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In Japan, teachers are referred to as "Sensei." A word that roughly translates into "teacher or Doctor" in English, Sensei in fact means a great deal more. The term describes a respected scholar of great dignity. To be a Sensei is be a person of knowledge and skill in an honorable position. Even as they are humbled by their learning, Sensei are generous. They see themselves as conduits for their learning and they desire to pass on their wisdom. To receive knowledge from a Sensei is a privilege.

The same attitude does not exist in the West unless, maybe, the teacher is a well-published university professor. Sadly, the teachers of our children are not held in esteem. And yet, their roles in society are of utmost importance. Often, we burden teachers with our own failures as parents. Most teachers are sincere in their desire to teach. And it is not an easy task. Teaching requires patience, tact, expertise, experience and hours of preparation time. Last but not least, a teacher must posses the ability to inspire.

My father was a teacher.

Throughout his decades-long career my father was a high school science teacher. I am biased, but I think that my father was an exceptional educator.

I remember my father dazzling his physics classes with the infamous "monkey gun" experiment, complete with pith helmet and appropriate jungle drums.

The storeroom area of my Dad’s science classroom was where all the "toys" were kept. What a wonderful place that was. It was packed with things to build, things to rip apart and with things of endless fascination. What a collection: Jacob’s ladders, oscilloscopes, microscopes, aquariums, domesticated rat cages and specimen bottles.

My father’s final teaching position was at Westlake High an educational facility in a planned, upper-middle-class community just a few miles northwest up the freeway from Los Angeles. Westlake Village is an exclusive, upper-income oasis tucked away from the real world. Surrounding an artificial lake, Westlake Village has everything, golf course, clean shiny malls and its very own California Highway Patrol office! It’s all very nice… the bespoke American Dream.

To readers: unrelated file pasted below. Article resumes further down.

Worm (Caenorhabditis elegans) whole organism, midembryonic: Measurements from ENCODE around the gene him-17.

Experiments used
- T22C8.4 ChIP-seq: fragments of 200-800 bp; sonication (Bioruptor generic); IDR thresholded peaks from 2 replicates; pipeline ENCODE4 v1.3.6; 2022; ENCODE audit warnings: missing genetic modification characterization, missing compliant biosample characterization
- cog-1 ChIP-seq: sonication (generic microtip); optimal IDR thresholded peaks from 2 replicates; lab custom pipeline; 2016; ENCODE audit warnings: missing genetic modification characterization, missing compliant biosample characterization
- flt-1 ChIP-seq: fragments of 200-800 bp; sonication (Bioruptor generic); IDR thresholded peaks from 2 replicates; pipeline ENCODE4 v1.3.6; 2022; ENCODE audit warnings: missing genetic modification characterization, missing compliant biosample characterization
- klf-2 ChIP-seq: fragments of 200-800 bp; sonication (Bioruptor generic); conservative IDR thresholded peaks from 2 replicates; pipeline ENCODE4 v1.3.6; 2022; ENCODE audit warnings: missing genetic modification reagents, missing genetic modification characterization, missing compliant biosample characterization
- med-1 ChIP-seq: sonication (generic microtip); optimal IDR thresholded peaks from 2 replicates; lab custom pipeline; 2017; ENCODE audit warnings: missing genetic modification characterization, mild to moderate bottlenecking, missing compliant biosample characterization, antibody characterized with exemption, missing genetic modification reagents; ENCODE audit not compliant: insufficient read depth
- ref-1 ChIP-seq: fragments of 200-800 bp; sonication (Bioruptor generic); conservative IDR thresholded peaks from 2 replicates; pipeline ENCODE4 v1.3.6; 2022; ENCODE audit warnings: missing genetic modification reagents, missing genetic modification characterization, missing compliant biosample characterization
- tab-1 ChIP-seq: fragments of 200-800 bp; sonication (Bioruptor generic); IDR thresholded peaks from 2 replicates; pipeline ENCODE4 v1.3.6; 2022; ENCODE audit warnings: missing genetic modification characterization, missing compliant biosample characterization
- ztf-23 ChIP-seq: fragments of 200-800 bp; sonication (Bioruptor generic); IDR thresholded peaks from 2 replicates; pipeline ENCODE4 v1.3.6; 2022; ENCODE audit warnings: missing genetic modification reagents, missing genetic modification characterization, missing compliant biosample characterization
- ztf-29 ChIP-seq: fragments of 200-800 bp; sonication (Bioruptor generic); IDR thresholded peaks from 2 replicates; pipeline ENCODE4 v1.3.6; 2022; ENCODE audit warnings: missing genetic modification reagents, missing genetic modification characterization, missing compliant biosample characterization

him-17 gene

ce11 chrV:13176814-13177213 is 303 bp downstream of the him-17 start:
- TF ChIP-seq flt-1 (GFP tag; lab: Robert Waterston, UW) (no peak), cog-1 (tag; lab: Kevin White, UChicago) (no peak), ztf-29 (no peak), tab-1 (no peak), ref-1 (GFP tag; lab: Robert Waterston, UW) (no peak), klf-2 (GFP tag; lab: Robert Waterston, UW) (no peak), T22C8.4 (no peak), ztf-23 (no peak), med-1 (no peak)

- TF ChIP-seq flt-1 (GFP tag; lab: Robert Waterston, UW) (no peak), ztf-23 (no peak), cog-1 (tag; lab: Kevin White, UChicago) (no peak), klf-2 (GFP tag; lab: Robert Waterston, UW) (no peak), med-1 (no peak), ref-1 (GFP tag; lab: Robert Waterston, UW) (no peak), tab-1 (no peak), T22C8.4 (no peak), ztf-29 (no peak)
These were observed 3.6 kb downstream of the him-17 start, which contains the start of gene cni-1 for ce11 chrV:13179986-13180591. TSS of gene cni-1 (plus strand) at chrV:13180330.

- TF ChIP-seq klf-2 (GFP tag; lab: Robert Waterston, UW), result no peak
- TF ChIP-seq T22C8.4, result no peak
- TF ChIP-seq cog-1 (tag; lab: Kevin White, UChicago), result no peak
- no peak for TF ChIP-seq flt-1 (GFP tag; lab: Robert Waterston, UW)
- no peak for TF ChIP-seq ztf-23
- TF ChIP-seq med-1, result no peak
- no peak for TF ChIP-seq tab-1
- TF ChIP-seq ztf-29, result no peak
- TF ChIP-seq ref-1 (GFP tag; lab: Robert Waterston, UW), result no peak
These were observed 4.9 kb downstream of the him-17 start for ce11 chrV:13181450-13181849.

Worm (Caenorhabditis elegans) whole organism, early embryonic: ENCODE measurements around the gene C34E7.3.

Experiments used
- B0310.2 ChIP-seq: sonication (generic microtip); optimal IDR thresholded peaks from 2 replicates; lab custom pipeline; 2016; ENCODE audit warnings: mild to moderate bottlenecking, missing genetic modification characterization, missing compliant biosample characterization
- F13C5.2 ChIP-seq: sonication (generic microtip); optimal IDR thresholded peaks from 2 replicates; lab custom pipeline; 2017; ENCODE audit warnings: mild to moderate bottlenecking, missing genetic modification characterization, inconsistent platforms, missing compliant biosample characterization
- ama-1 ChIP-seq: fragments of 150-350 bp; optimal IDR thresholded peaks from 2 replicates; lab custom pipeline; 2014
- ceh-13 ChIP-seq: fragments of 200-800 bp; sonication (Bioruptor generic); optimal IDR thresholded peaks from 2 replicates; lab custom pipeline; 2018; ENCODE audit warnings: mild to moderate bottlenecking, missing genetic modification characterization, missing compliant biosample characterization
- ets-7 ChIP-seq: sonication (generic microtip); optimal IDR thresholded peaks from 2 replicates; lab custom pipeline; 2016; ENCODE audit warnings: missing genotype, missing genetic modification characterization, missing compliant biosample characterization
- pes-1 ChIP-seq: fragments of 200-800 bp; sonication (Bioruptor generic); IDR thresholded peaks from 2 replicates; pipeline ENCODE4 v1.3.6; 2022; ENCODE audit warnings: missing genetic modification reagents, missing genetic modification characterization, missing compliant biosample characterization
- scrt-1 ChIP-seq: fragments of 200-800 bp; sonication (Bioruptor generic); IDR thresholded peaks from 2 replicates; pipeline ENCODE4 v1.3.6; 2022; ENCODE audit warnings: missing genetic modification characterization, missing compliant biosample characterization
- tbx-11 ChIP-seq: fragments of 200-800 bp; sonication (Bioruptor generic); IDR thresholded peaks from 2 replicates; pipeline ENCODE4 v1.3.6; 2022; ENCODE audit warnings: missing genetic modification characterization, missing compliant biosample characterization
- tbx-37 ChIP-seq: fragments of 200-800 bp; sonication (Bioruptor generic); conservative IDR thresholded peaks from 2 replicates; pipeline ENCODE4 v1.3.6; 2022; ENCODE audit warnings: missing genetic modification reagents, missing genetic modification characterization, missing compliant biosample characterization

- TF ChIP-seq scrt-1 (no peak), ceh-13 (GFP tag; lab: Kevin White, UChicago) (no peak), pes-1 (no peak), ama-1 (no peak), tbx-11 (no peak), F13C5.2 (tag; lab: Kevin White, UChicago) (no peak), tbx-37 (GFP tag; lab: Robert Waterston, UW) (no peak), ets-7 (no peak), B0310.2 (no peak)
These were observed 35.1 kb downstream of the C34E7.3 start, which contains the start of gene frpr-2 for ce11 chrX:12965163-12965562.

I can’t recall the year. It’s been decades. I was still living at home. First semester testing time came and went. Grading science tests is fairly straightforward. Answers are either wrong or right. There are no subjective answers. My father handed in the final grades to the school administration, which proceeded to send home report cards.

However, to the consternation of one parent, his son’s science grade was seriously unacceptable. The student in question had received the shamefully low grade of… B! Imagine that. Disgraceful. A lawyer by profession, the parent wanted to know why his son did not receive an A.

The angry parent stormed into the principal’s office and objected in strong terms to this injustice. A meeting was convened. Answers were demanded. Calmly, my father pointed out that the student in question had scored Bs on all his tests and quizzes. The tests and quizzes were produced in evidence. The parent insisted that this was not possible, that it was unacceptable! He demanded that the grade be changed to an A.

But, the student had not earned an A. No matter! The parent insisted that the school fire my father and award his little urchin an A or there would be litigation.

My father refused to give in. The threats went on for about a week. The spineless principal tried in vain to get my Dad to change the grade. My Dad stood by his honor. Sarcastic twerp that I was, I suggested he give the kid an A— and then award all his other students grades of A+. Of course my Dad was not about to do this.

Rather than surrender his dignity and change the grade, my father resigned. To this day, I wonder if the school principal allowed the parent to bully him into changing the grade to an A.

What a ghastly way to end a dedicated career. My Dad’s work was of importance and value to society. My father was punished because he remained faithful to the truth and to the dignity of his profession.

My father received no award or thanks. Neither was there was a gold watch nor was there a plaque to hang on the wall. It was just over.

I have never told my father how proud his decision makes me… I never told him how privileged I am to have been raised by a real Sensei… until now.

Elizabeth Gyllensvard edited this story.

Tom Chartier [send him mail] played lead guitar in legendary Los Angeles punk band The Rotters for 26 years until their final appearance in January of 2004. He has lived in Tokyo and Los Angeles. Currently he resides somewhere in the Caribbean.

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